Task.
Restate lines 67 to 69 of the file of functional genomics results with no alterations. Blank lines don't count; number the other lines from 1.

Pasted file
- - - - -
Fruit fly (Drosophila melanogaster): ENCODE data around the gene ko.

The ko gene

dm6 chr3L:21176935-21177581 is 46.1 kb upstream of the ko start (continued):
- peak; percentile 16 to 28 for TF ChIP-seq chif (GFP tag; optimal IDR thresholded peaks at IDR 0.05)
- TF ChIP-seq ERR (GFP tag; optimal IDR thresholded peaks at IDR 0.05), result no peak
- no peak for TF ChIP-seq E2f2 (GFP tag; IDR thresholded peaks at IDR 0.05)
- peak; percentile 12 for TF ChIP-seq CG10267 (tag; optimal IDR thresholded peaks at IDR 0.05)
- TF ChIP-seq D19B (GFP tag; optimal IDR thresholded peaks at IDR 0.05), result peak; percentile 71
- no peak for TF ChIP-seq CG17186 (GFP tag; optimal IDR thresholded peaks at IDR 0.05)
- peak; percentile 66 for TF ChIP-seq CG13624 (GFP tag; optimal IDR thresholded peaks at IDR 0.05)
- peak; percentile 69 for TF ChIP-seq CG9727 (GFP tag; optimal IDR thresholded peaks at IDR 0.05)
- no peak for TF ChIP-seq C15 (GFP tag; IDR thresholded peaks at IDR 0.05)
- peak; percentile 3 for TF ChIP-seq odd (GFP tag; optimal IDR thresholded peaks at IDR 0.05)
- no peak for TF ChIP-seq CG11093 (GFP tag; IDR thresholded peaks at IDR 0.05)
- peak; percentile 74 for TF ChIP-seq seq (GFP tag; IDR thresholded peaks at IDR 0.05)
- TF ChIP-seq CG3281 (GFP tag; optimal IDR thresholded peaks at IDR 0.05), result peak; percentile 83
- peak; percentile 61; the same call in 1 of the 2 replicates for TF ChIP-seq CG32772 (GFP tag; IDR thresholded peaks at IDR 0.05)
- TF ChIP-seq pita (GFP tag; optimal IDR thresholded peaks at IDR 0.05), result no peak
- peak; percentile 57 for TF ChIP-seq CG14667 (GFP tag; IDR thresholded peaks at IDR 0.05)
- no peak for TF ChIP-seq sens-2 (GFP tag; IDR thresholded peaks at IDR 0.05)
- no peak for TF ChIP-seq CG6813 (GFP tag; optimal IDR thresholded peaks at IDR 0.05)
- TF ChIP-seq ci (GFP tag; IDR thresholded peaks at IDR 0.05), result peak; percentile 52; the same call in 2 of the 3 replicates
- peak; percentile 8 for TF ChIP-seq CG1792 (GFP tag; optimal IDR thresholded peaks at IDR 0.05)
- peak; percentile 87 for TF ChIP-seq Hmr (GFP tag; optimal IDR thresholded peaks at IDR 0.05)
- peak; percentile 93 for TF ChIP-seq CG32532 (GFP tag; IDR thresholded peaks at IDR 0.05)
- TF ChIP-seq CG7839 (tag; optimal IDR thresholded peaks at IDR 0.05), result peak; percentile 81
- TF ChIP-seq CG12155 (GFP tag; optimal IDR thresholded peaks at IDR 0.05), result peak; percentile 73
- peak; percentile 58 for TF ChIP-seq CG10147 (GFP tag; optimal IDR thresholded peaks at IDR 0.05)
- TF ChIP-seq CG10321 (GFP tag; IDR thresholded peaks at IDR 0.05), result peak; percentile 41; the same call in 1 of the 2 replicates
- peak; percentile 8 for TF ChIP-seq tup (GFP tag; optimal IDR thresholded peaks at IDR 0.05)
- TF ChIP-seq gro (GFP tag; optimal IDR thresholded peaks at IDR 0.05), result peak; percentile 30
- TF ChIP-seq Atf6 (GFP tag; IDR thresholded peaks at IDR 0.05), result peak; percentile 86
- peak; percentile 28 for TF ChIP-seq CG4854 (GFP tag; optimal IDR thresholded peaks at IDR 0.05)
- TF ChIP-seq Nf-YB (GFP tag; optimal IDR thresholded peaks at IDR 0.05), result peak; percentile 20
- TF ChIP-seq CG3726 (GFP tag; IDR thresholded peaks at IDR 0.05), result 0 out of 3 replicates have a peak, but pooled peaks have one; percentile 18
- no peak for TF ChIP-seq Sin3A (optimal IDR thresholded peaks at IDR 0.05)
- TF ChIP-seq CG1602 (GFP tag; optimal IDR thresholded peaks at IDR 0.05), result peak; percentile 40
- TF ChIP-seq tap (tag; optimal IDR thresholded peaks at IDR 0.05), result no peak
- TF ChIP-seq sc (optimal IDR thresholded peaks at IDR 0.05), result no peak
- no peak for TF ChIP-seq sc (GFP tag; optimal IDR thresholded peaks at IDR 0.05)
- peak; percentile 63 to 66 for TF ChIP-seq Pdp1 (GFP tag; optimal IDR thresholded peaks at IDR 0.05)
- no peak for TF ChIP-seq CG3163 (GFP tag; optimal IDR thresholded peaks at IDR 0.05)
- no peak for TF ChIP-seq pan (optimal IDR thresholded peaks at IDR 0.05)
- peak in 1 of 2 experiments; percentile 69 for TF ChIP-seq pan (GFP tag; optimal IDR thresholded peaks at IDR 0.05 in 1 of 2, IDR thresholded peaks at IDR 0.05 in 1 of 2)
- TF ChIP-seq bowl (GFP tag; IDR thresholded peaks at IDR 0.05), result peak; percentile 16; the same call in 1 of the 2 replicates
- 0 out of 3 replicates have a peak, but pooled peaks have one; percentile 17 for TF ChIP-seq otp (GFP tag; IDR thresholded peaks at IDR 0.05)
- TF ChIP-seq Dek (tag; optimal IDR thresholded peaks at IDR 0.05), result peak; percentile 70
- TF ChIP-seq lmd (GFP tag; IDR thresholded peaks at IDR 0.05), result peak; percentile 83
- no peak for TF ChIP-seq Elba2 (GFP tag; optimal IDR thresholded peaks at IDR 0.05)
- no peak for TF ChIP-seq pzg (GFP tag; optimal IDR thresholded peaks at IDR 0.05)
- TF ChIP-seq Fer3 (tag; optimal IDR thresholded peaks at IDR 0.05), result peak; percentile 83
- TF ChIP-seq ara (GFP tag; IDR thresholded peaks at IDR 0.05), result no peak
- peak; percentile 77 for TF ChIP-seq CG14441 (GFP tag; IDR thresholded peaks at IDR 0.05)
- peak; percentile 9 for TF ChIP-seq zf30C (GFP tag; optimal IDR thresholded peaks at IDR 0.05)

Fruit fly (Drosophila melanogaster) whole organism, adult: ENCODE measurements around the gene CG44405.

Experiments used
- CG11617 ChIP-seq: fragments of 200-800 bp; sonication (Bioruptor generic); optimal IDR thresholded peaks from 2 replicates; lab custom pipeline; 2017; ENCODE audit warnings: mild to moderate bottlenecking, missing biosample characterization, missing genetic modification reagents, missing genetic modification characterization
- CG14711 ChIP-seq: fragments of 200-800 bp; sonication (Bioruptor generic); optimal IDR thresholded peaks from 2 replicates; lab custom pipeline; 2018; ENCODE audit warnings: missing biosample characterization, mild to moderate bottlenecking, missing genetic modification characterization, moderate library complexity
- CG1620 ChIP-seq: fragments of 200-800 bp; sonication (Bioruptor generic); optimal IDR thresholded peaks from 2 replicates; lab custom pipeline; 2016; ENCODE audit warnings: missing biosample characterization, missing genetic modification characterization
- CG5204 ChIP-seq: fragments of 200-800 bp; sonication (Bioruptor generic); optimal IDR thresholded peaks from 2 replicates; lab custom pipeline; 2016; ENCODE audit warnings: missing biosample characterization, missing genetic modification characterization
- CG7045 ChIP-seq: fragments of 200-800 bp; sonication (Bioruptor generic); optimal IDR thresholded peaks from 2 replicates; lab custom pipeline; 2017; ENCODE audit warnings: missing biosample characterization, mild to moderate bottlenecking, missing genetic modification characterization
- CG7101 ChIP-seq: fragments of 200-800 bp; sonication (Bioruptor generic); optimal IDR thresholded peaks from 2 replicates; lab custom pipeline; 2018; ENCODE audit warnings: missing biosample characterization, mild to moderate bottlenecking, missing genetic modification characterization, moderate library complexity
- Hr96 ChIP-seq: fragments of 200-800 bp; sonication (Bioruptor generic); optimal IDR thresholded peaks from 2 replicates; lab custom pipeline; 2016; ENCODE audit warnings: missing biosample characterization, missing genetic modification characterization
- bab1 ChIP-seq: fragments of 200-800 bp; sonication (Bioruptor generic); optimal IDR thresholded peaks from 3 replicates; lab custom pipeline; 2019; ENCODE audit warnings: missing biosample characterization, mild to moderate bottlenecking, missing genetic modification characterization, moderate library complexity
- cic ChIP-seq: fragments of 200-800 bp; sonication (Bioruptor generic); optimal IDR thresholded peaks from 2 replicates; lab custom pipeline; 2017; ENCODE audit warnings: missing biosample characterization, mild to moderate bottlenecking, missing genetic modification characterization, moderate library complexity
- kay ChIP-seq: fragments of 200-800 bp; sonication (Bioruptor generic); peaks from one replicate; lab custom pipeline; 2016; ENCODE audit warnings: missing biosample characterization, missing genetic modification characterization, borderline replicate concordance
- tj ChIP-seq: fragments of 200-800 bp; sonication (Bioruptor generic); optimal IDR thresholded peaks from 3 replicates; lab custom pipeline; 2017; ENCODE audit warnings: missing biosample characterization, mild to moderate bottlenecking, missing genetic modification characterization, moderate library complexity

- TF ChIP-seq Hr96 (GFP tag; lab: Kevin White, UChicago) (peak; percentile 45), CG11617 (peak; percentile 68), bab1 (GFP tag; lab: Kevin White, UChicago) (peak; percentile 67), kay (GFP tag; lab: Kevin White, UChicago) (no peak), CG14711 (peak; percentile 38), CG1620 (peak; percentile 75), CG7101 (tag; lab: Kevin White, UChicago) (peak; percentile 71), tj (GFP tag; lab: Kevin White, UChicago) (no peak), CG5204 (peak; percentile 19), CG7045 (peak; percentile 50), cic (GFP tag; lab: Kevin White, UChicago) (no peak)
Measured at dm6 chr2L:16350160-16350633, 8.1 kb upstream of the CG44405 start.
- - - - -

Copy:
- tj ChIP-seq: fragments of 200-800 bp; sonication (Bioruptor generic); optimal IDR thresholded peaks from 3 replicates; lab custom pipeline; 2017; ENCODE audit warnings: missing biosample characterization, mild to moderate bottlenecking, missing genetic modification characterization, moderate library complexity

- TF ChIP-seq Hr96 (GFP tag; lab: Kevin White, UChicago) (peak; percentile 45), CG11617 (peak; percentile 68), bab1 (GFP tag; lab: Kevin White, UChicago) (peak; percentile 67), kay (GFP tag; lab: Kevin White, UChicago) (no peak), CG14711 (peak; percentile 38), CG1620 (peak; percentile 75), CG7101 (tag; lab: Kevin White, UChicago) (peak; percentile 71), tj (GFP tag; lab: Kevin White, UChicago) (no peak), CG5204 (peak; percentile 19), CG7045 (peak; percentile 50), cic (GFP tag; lab: Kevin White, UChicago) (no peak)
Measured at dm6 chr2L:16350160-16350633, 8.1 kb upstream of the CG44405 start.